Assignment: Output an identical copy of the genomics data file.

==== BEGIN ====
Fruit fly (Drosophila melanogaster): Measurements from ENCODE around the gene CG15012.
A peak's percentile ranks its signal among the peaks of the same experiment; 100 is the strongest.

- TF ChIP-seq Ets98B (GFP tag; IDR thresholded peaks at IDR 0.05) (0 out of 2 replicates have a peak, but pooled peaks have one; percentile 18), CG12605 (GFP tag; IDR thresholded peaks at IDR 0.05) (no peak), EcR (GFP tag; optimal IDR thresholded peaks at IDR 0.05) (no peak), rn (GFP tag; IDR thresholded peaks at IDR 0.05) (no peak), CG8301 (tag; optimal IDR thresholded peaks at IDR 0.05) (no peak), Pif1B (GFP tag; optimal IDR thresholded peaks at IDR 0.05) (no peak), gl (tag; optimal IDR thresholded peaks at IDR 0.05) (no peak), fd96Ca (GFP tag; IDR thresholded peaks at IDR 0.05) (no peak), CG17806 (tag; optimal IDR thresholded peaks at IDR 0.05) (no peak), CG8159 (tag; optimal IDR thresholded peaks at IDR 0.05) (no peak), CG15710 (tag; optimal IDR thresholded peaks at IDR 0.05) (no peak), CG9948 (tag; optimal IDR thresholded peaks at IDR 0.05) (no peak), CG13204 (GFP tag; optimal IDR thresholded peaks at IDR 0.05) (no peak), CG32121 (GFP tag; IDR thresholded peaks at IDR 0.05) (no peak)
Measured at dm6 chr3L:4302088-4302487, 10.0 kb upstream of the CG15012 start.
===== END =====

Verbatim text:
Fruit fly (Drosophila melanogaster): Measurements from ENCODE around the gene CG15012.
A peak's percentile ranks its signal among the peaks of the same experiment; 100 is the strongest.

- TF ChIP-seq Ets98B (GFP tag; IDR thresholded peaks at IDR 0.05) (0 out of 2 replicates have a peak, but pooled peaks have one; percentile 18), CG12605 (GFP tag; IDR thresholded peaks at IDR 0.05) (no peak), EcR (GFP tag; optimal IDR thresholded peaks at IDR 0.05) (no peak), rn (GFP tag; IDR thresholded peaks at IDR 0.05) (no peak), CG8301 (tag; optimal IDR thresholded peaks at IDR 0.05) (no peak), Pif1B (GFP tag; optimal IDR thresholded peaks at IDR 0.05) (no peak), gl (tag; optimal IDR thresholded peaks at IDR 0.05) (no peak), fd96Ca (GFP tag; IDR thresholded peaks at IDR 0.05) (no peak), CG17806 (tag; optimal IDR thresholded peaks at IDR 0.05) (no peak), CG8159 (tag; optimal IDR thresholded peaks at IDR 0.05) (no peak), CG15710 (tag; optimal IDR thresholded peaks at IDR 0.05) (no peak), CG9948 (tag; optimal IDR thresholded peaks at IDR 0.05) (no peak), CG13204 (GFP tag; optimal IDR thresholded peaks at IDR 0.05) (no peak), CG32121 (GFP tag; IDR thresholded peaks at IDR 0.05) (no peak)
Measured at dm6 chr3L:4302088-4302487, 10.0 kb upstream of the CG15012 start.